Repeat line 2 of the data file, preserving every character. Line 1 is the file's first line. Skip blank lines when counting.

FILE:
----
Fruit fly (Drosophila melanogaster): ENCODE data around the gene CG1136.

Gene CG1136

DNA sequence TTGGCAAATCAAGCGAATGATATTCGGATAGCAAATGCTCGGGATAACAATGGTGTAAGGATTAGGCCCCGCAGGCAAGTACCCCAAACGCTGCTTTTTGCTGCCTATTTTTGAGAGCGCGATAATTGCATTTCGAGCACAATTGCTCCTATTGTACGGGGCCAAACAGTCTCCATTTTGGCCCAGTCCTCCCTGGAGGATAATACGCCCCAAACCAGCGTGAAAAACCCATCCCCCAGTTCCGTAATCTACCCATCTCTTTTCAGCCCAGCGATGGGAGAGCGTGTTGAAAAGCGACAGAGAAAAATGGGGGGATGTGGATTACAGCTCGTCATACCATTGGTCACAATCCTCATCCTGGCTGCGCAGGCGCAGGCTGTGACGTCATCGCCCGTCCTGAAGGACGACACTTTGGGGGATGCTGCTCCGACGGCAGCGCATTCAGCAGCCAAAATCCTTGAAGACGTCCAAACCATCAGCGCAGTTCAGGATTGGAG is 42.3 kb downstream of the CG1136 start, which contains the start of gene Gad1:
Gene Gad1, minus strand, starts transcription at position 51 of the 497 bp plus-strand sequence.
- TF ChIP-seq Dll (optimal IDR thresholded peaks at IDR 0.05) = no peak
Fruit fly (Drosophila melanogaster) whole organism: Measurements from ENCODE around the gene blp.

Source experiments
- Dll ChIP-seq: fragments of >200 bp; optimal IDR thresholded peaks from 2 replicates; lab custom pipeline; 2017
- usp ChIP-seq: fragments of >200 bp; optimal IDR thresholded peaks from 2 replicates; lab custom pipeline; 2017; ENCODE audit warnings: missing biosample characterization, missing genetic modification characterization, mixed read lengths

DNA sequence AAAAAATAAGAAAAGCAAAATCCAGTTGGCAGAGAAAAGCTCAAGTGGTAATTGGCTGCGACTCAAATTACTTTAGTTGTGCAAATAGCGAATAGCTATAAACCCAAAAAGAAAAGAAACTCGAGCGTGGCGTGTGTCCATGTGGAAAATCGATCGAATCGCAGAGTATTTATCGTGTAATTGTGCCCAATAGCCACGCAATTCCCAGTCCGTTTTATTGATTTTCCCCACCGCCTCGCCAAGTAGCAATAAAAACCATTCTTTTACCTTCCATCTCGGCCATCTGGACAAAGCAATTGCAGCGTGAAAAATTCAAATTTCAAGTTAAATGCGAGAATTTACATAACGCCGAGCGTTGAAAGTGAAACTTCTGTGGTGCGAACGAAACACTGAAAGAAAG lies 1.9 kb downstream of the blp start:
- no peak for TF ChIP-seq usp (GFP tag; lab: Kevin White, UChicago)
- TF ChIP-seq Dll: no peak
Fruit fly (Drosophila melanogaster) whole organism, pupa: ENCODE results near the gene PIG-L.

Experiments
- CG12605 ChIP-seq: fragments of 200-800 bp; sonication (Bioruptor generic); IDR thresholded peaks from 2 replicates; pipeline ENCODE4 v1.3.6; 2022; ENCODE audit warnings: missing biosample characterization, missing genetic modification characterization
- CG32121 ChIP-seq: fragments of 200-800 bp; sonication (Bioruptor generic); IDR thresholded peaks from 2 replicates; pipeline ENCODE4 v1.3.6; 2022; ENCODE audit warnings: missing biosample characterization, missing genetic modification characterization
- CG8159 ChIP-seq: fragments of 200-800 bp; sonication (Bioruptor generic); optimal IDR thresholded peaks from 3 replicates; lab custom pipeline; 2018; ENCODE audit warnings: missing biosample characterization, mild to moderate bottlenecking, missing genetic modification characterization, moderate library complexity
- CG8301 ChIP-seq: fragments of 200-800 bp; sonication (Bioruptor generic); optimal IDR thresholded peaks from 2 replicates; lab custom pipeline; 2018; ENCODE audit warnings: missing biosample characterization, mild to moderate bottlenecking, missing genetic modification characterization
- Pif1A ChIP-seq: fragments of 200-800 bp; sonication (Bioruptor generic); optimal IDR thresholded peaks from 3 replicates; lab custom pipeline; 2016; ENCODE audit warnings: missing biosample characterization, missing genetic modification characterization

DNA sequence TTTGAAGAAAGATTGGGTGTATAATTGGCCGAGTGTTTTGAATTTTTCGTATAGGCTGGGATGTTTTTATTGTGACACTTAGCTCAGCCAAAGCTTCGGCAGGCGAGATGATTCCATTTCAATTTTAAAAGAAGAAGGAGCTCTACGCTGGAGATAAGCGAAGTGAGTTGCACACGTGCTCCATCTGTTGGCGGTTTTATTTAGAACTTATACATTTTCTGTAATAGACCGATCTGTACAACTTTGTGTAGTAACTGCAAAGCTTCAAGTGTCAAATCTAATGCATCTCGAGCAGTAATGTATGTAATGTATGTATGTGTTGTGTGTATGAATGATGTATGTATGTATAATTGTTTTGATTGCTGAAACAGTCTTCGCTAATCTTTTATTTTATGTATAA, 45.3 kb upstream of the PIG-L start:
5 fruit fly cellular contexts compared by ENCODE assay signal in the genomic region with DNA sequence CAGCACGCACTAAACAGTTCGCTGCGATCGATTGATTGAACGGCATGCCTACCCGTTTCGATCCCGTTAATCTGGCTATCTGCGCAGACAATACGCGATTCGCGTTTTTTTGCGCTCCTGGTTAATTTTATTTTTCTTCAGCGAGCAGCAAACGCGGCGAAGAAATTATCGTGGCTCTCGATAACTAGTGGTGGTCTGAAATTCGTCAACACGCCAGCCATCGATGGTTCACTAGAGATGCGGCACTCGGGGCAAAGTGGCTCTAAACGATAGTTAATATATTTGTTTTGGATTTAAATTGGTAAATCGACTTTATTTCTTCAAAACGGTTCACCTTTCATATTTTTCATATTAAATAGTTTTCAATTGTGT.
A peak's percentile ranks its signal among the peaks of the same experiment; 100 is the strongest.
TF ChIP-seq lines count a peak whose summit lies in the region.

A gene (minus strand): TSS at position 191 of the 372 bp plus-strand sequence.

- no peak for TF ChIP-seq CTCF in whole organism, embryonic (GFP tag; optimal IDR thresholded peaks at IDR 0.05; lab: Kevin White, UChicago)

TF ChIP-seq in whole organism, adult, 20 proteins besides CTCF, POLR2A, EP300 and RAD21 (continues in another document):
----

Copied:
Gene CG1136